Missing that Blaze of Glory

fallFriends here just returned from Canada, a marathon road trip from Ontario to the east coast in just five days — through the land of fall colours. It’s mid-October, and the trees are at the height of their glory in eastern Canada, and I have to admit — I miss being there to see it. My friends very thoughtfully brought me home a handful of crimson maple leaves, which I promptly arranged in a quirky display around a tin of maple syrup at the centre of the dining room table.

The landscape here, both natural and human, is gloriously beautiful in many respects, but there really doesn’t seem to be much in the way of fall colour. Yesterday, I noticed to my surprise that the trees along the boulevard on my street are maple trees. Leaves are starting to fall, but they’re not red, or yellow, or orange… the leaves sort of turn brown and fall off, as though they just got tired and gave up. Why is that, I wondered? What’s the difference?

This article in today’s Toronto Star (“The Hues, The Hows, and The Whys”) helps explain the phenomenon, though scientists admit that there hasn’t been much research into the subject. Bavaria’s fall weather — grey skies and relatively mild temperatures — seems to be the culprit.

“ALGONQUIN PARK—First clue. On one side of the road through Algonquin Park the maples glow red. On the other, they’re on fire. The blazing side is the north, which gets more rays from a southward-creeping sun.

Second clue. Algonquin, one of the first spots in the province for the yearly transformation of fall foliage, is an elevated region often hit by the earliest cold snaps.

Third clue. Peel apart any two fallen red maple leaves that are stuck together. If one leaf shows green where it was attached, then the other shielded it from the sun.

The picture is Lake Massawipi in the Eastern Townships (“l’Estrie”) in Quebec, near the place I spent my summers as a child.

Continue reading “Missing that Blaze of Glory”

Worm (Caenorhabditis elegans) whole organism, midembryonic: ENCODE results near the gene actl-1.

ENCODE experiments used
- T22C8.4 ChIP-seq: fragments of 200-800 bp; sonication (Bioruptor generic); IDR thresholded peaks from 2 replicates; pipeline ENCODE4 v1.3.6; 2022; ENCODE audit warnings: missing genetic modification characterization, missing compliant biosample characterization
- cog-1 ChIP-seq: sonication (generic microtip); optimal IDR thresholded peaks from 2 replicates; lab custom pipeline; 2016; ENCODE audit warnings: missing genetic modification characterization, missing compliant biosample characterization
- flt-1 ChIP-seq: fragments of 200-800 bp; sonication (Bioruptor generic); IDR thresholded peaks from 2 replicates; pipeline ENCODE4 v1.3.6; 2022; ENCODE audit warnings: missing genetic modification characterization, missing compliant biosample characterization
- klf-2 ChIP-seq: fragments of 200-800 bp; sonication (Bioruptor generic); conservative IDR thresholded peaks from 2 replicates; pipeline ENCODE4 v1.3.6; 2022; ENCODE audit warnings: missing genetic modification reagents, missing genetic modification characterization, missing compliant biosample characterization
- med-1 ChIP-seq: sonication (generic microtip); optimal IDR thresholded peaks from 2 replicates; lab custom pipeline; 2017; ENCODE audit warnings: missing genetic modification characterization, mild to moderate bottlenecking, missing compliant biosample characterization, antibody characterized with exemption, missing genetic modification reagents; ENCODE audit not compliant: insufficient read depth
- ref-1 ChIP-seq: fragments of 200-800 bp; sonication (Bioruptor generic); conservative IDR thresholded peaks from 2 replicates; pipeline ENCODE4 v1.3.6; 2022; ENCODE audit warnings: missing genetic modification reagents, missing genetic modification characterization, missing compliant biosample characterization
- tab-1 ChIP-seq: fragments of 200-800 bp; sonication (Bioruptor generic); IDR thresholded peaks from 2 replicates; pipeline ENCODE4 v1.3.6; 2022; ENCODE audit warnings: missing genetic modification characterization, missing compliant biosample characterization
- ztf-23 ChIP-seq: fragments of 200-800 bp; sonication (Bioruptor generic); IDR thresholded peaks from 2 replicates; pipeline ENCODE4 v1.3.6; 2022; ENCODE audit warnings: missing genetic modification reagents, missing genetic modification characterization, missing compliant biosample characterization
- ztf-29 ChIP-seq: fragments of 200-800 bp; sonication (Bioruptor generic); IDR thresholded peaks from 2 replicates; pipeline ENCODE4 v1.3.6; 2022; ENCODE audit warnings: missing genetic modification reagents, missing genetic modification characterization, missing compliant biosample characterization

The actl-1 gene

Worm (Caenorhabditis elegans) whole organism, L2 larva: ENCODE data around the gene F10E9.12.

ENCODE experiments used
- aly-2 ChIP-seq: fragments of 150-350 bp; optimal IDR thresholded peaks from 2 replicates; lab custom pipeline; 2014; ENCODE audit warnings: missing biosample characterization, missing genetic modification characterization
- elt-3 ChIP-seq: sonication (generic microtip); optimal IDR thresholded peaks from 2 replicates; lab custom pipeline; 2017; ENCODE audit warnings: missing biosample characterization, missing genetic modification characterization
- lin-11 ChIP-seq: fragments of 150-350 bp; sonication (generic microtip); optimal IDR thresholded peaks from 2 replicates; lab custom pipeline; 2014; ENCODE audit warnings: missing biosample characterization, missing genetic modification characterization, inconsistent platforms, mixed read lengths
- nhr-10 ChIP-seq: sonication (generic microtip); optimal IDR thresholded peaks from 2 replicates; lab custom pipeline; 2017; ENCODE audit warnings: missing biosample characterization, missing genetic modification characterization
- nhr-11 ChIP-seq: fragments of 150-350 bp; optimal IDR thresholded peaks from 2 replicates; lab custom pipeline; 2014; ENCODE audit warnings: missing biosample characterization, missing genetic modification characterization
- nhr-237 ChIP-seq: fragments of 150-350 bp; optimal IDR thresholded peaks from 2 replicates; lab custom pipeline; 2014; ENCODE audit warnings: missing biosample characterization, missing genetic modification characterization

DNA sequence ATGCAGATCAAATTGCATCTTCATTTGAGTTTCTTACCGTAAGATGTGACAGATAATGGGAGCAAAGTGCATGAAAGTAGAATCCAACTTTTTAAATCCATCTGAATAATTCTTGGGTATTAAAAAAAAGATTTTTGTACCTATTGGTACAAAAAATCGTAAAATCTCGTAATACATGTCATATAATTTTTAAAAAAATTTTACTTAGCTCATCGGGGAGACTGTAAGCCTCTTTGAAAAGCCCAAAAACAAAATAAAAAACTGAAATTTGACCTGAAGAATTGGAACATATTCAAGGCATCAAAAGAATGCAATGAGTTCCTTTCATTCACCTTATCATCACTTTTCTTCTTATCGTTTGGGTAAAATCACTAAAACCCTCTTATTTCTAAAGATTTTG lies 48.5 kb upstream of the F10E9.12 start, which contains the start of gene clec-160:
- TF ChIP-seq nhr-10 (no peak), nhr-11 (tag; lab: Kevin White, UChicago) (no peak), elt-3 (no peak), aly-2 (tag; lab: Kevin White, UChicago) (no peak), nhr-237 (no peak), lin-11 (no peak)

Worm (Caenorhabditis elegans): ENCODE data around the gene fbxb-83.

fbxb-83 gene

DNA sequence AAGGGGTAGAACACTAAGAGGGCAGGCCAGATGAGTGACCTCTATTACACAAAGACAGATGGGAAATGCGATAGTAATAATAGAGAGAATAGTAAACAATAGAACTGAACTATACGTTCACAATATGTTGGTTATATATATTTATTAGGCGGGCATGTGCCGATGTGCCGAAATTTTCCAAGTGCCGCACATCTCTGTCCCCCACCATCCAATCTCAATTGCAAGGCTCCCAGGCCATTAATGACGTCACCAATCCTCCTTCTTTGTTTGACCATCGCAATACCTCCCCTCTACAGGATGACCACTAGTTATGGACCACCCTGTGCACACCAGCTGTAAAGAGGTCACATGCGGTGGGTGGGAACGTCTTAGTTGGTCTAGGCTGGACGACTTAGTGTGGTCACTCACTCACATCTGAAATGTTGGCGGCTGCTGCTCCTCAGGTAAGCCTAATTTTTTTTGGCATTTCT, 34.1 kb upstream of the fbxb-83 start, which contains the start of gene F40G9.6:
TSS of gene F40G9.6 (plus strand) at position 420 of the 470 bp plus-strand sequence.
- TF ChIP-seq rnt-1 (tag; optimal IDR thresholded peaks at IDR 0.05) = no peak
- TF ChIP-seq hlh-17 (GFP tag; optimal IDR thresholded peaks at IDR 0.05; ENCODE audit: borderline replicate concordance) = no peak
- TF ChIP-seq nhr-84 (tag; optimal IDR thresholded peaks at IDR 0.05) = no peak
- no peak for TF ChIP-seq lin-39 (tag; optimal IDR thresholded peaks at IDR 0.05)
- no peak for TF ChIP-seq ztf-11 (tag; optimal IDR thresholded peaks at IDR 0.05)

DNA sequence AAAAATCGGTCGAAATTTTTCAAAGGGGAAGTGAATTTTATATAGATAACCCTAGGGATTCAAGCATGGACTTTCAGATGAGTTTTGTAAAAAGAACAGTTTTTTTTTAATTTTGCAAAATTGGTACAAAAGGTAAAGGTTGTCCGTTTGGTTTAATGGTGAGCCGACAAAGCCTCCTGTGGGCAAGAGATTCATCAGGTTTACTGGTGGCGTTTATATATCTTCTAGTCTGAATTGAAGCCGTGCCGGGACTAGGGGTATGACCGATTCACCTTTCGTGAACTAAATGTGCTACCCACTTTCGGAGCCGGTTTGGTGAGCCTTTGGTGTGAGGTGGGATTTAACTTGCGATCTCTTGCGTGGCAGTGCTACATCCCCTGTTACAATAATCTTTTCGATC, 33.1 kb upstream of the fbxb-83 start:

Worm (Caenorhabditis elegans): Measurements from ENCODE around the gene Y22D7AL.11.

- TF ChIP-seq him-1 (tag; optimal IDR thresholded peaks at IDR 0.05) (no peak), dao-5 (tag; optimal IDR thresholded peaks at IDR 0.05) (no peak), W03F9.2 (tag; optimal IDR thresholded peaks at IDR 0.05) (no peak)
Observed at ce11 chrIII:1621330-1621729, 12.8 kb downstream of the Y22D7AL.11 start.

Hiking in Bavaria

Some pictures of a day hike we took a couple of weekends ago. We took the “Bob” (a regional train) out to a small Bavarian village, and walked between two lakes: Schliersee and Tegernsee. It’s about 15 km up and over some mountains — very pretty, and considered an “easy” walk by the locals. Oi. We ended up (me almost kissing the ground) at the village of Tergensee, at a monastery that has been brewing its own beer since 746AD or so.

Soy confused… A fatal bean?

I’ve been rather proud of myself lately for taking better care of my nutritional intake (well, aside from a sudden and unfortunate taste for home-baked Pilsbury croissants, hot, with raspberry jam…yum). I’ve stopped, for the most part, eating meat — not a small accomplishment considering that I’m living in meat and sausage-loving Bavaria. Every Thursday I treat myself to a roast chicken from the Munchner Freiheit farmer’s market, and on the occasional visit to a beer garden I’ve been known to devour a juicy side of pork ribs, but other than that, I’m pretty much a veggie. Most mornings, I whip up a “smoothie” — yogurt, fruit, soy protein powder, and milk. I recently eliminated milk from the concoction and replaced it with soymilk. You know the story… milk is full of the antibiotics and drugs that are pumped into cows to increase milk production… milk is bad. Soy, on the other hand, is good. High in protein, low in calories in fat, full of important amino acids, a good source of thiamine, niacin, folic acid and a fair source of riboflavin. Even the venerable Dr. Weil recommends one to two servings per day.

Or so I thought. This morning, scanning the news with righteous soymilk-fruit-smoothie in hand, I tumbled over the dark side of soy.

It started with this article from the BBC:

Soya Boom Threat to South America

The spiralling foreign demand for soya beans could mean the loss of millions of hectares of forest and savannah in South America, conservationists warn.

…soya plantations (have) contributed to the near disappearance of the Atlantic Forest in southern Brazil and eastern Paraguay.

…millions of hectares of Argentine’s Chaco and Brazil’s Cerrado – the world’s most diverse savannah, home to animals found only in South America, like the anteater, jaguar and maned wolf – have also been converted into soya plantations.